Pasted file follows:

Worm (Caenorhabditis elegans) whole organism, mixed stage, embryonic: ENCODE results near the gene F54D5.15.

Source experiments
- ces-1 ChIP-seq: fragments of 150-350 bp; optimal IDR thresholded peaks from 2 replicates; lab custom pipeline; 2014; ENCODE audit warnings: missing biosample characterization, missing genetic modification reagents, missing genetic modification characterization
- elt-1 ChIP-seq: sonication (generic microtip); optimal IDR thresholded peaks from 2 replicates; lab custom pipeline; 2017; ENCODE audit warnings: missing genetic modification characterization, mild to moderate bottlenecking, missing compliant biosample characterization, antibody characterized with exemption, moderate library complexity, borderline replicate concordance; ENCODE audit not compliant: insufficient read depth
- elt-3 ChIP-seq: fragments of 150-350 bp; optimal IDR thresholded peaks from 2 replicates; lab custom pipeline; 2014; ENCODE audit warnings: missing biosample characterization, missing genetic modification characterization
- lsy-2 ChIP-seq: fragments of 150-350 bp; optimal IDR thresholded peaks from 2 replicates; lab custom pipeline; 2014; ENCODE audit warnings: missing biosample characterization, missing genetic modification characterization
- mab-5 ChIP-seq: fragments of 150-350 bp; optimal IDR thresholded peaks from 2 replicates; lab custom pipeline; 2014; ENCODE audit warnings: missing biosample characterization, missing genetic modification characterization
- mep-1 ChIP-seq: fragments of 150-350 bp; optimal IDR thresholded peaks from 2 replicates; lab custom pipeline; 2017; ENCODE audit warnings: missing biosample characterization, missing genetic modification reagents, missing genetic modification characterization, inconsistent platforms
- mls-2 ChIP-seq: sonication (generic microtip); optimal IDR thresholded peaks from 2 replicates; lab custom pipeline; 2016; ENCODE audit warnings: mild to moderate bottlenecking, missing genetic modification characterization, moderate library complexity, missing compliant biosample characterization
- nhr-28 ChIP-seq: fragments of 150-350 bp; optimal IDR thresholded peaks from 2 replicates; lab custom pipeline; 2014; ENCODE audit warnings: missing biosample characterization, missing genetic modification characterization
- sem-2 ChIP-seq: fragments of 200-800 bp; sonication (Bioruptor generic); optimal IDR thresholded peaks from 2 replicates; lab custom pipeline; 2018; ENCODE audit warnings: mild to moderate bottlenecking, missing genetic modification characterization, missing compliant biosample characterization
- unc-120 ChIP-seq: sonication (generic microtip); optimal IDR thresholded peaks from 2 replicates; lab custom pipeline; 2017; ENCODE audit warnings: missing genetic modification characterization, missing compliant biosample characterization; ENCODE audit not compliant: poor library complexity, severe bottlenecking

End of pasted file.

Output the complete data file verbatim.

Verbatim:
Worm (Caenorhabditis elegans) whole organism, mixed stage, embryonic: ENCODE results near the gene F54D5.15.

Source experiments
- ces-1 ChIP-seq: fragments of 150-350 bp; optimal IDR thresholded peaks from 2 replicates; lab custom pipeline; 2014; ENCODE audit warnings: missing biosample characterization, missing genetic modification reagents, missing genetic modification characterization
- elt-1 ChIP-seq: sonication (generic microtip); optimal IDR thresholded peaks from 2 replicates; lab custom pipeline; 2017; ENCODE audit warnings: missing genetic modification characterization, mild to moderate bottlenecking, missing compliant biosample characterization, antibody characterized with exemption, moderate library complexity, borderline replicate concordance; ENCODE audit not compliant: insufficient read depth
- elt-3 ChIP-seq: fragments of 150-350 bp; optimal IDR thresholded peaks from 2 replicates; lab custom pipeline; 2014; ENCODE audit warnings: missing biosample characterization, missing genetic modification characterization
- lsy-2 ChIP-seq: fragments of 150-350 bp; optimal IDR thresholded peaks from 2 replicates; lab custom pipeline; 2014; ENCODE audit warnings: missing biosample characterization, missing genetic modification characterization
- mab-5 ChIP-seq: fragments of 150-350 bp; optimal IDR thresholded peaks from 2 replicates; lab custom pipeline; 2014; ENCODE audit warnings: missing biosample characterization, missing genetic modification characterization
- mep-1 ChIP-seq: fragments of 150-350 bp; optimal IDR thresholded peaks from 2 replicates; lab custom pipeline; 2017; ENCODE audit warnings: missing biosample characterization, missing genetic modification reagents, missing genetic modification characterization, inconsistent platforms
- mls-2 ChIP-seq: sonication (generic microtip); optimal IDR thresholded peaks from 2 replicates; lab custom pipeline; 2016; ENCODE audit warnings: mild to moderate bottlenecking, missing genetic modification characterization, moderate library complexity, missing compliant biosample characterization
- nhr-28 ChIP-seq: fragments of 150-350 bp; optimal IDR thresholded peaks from 2 replicates; lab custom pipeline; 2014; ENCODE audit warnings: missing biosample characterization, missing genetic modification characterization
- sem-2 ChIP-seq: fragments of 200-800 bp; sonication (Bioruptor generic); optimal IDR thresholded peaks from 2 replicates; lab custom pipeline; 2018; ENCODE audit warnings: mild to moderate bottlenecking, missing genetic modification characterization, missing compliant biosample characterization
- unc-120 ChIP-seq: sonication (generic microtip); optimal IDR thresholded peaks from 2 replicates; lab custom pipeline; 2017; ENCODE audit warnings: missing genetic modification characterization, missing compliant biosample characterization; ENCODE audit not compliant: poor library complexity, severe bottlenecking